I have a guest post up this weekend over at GigaOm where I discuss some of the potential technical and anti-trust problems with Time Warner CEO Jeff Bewkes’ concept for TV Everywhere, particularly the amount of cooperation and information sharing among nominally competing service providers necessary to make the system work.
But there are other potential problems that could also scuttle the industry’s best-laid plans. Like the imperfectly aligned interests of programmers and service providers.
It’s striking, although perhaps not surprising, that much of the impetus for the plan is coming from programmers. The idea was first articulated by Time Warner CEO Jeff Bewkes, who coined the term TV Everywhere (at the time Time Warner still owned Time Warner Cable but was in the process of spinning it off). But other programmers have been quick to jump on board.
“It’s clear that consumers want to be able to access content when, where and how they want, so as a programmer you’re basically forced to figure out how to do that,” NBC Universal counsel Rick Cotton said at the Digital Media Conference in Washington last week. At the same time, though, he added, “there has to be some mechanism by which the cost of professionally produced content is defrayed.”
Aye, there’s the rub. Making the content freely available to consumers online, presumably supported by advertising, ultimately undermines the value to consumers of paying Comcast for access to the same content on their TV. And so they’re less likely to continue paying, or paying as much.
In which case, Comcast is likely to find that paying programmers carriage fees for the rights to offer their networks to subscribers of similarly degraded value. And so they’re also less likely to continuing paying, or paying as much.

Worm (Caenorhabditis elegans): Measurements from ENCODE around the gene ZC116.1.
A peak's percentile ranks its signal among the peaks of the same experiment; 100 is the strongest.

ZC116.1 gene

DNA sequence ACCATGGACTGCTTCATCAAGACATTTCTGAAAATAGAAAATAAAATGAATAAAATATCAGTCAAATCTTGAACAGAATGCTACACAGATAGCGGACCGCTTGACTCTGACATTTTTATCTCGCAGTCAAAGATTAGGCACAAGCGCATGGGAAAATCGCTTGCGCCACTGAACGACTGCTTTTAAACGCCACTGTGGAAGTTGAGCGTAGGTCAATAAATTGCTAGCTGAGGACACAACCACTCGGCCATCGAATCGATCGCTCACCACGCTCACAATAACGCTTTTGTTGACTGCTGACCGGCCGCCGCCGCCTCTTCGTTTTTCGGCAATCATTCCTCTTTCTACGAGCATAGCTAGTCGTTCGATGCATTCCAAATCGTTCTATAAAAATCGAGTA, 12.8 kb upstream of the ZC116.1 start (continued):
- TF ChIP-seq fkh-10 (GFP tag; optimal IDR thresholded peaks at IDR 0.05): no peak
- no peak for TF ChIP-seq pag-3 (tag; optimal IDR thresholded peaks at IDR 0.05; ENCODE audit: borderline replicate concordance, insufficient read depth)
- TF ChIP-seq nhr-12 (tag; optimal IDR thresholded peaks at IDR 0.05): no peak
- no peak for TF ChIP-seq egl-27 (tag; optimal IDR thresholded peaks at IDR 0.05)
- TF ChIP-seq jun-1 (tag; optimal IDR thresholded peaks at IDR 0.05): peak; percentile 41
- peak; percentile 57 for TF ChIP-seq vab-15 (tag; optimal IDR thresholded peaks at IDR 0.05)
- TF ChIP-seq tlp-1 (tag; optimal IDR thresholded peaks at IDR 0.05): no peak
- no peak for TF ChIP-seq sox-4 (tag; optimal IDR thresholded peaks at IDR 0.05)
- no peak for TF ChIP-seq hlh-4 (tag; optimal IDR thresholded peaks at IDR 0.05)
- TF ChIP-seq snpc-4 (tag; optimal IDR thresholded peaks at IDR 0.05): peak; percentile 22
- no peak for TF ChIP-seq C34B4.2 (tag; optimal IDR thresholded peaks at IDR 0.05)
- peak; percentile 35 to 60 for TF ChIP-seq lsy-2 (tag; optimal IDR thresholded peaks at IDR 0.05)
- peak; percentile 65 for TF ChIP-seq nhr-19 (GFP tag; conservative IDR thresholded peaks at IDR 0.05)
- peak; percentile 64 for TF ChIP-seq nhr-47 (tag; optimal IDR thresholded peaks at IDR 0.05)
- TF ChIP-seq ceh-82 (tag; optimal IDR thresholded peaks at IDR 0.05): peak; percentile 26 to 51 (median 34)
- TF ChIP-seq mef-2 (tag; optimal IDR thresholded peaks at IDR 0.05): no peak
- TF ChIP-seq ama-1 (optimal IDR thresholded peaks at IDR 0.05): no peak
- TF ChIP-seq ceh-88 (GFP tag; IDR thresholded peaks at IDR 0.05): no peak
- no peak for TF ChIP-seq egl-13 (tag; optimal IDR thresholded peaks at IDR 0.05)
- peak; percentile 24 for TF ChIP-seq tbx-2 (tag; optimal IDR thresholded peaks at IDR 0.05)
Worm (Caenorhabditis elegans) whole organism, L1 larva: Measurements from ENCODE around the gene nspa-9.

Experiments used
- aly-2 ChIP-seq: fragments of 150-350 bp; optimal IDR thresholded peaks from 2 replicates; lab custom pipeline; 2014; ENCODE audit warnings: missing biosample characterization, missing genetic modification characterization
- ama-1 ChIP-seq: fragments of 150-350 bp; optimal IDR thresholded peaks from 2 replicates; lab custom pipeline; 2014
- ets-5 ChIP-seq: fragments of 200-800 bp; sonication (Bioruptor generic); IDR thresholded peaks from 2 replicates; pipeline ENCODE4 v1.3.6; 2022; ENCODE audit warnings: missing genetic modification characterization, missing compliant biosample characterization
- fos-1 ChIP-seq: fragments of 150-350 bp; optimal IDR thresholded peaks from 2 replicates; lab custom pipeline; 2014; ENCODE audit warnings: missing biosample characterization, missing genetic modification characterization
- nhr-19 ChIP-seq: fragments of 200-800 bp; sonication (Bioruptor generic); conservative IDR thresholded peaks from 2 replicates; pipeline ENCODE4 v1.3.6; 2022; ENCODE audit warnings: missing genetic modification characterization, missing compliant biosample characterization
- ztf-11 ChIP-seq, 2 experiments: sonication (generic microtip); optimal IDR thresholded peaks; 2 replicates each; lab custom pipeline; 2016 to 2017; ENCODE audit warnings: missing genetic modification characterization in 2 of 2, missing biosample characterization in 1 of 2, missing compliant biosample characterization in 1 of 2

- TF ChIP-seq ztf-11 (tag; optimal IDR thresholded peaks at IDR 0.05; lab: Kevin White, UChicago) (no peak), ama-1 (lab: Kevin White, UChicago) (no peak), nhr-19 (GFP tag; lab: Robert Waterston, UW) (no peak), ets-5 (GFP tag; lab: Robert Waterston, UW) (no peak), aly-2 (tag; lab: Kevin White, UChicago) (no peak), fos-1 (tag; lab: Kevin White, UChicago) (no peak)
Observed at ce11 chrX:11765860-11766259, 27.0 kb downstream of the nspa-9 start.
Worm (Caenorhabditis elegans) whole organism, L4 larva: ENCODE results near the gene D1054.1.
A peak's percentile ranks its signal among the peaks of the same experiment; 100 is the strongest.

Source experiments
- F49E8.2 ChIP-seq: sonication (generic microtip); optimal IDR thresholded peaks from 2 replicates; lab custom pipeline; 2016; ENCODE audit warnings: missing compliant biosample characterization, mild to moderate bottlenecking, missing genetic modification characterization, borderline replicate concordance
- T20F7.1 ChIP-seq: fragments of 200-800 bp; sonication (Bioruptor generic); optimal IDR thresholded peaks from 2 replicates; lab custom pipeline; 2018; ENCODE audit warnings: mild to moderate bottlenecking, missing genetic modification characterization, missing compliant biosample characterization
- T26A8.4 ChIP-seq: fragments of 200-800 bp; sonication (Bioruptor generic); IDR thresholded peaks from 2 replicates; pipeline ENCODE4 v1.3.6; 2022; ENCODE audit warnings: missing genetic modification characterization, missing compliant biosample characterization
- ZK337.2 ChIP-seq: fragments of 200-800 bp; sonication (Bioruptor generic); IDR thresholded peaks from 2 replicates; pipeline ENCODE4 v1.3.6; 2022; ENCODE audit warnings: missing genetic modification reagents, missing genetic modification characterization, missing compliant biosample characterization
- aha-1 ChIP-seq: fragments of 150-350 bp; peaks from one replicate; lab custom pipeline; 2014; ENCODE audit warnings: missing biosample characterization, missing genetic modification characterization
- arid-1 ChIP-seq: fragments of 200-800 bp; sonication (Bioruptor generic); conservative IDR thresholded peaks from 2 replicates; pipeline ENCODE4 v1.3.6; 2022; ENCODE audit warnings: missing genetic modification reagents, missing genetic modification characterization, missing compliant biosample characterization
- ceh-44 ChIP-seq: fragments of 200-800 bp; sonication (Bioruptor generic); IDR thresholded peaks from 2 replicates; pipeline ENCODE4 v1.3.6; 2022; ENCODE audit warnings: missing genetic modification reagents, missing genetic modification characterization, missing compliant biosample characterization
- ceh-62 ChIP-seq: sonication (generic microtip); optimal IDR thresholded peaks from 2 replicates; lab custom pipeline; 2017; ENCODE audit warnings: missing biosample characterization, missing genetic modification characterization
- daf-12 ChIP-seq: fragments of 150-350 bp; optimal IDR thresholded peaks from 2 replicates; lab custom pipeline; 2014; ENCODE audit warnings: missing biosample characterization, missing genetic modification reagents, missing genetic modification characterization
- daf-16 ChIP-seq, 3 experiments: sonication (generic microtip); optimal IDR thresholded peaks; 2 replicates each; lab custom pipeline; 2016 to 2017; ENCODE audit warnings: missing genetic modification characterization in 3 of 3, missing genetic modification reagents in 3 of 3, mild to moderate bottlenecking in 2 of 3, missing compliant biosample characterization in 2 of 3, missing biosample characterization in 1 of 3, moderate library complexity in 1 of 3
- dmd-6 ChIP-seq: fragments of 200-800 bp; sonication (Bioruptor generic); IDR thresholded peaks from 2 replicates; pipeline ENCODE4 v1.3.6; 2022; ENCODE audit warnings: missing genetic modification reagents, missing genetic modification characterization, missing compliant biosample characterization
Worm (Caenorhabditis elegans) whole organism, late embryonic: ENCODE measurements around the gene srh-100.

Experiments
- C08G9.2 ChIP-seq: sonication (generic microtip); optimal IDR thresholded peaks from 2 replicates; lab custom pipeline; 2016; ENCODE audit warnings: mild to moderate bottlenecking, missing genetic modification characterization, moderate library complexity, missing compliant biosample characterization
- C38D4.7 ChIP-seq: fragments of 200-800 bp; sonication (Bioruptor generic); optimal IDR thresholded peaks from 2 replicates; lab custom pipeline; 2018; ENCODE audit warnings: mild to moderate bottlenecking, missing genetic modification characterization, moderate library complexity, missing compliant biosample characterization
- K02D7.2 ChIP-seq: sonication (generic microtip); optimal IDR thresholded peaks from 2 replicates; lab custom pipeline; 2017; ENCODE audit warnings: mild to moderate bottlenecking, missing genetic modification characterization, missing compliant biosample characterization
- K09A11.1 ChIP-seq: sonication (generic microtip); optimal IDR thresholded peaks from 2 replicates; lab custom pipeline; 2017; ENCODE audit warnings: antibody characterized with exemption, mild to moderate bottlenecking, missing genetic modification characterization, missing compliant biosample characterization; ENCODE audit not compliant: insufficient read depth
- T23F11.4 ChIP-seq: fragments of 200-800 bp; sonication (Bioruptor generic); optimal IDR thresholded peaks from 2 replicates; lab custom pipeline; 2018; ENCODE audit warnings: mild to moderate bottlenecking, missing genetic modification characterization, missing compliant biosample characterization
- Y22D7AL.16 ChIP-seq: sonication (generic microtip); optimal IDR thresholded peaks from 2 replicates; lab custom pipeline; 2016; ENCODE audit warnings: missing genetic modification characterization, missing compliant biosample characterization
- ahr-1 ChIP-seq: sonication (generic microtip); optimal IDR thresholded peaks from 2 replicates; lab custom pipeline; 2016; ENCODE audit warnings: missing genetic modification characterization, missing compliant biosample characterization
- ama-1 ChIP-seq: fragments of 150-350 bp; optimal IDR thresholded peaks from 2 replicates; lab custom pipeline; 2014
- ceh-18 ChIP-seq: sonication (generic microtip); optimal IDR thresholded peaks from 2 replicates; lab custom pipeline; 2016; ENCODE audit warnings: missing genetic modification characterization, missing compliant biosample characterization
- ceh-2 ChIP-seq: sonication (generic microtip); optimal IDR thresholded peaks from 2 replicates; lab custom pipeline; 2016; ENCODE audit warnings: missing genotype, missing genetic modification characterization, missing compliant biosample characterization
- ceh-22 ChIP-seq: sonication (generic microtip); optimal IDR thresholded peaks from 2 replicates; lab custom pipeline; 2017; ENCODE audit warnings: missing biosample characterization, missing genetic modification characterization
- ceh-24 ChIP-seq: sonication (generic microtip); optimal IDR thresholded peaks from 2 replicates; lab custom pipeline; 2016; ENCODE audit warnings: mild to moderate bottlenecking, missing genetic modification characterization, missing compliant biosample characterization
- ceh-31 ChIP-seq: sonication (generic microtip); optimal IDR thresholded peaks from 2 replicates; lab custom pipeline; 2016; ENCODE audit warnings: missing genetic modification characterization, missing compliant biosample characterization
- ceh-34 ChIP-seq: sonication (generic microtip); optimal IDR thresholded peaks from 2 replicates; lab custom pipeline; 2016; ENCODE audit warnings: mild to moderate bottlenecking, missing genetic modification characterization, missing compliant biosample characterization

Thus, TV Everywhere: The content will be available online but only to confirmed subscribers to Comcast or some other MVPD.
“I think you”ll see cooperation among all the participants,” Cotton said.
Perhaps, but I wonder how long that will hold, especially if anti-trust regulators were to start poking around and making everyone tense.
Carriage and re-transmission fees, after all, are the most contentious of all issue between programmers and cable operators. The sides have fought titanic battles over the years, on Capitol Hill, at the FCC and in the marketplace, most recently in the showdown late last year between Viacom and Time Warner Cable that very nearly led to MTV, Nickelodeon and Comedy Central going dark on Time Warner systems.
So, while programmers are keen to preserve high carriage fees, ultimately, cable operators’ interests lie in minimizing carriage fees while protecting the value of basic subscriptions. The two are linked, to be sure, but there is also tension between them. Moreover, as advertising dollars shift from traditional broadcast and cable channels to online channels, programmers will face growing pressure to chase those dollars by moving more of their content online–not quite irrespective of the implicatons for cord-cutting by consumers but not quite deterred by it, either.
What we have, then, is a “partnership” (in not quite a conspiracy) between programmers and service providers to protect each of their respective interests. But those interests are not mutual, and are to some degree in conflict. The service providers end of the bargain, moreover, is legally fraught because it involves horizontal cooperation among competitors in one market to keep prices high in their other, monopoly markets.
We’ll see how long the center can hold.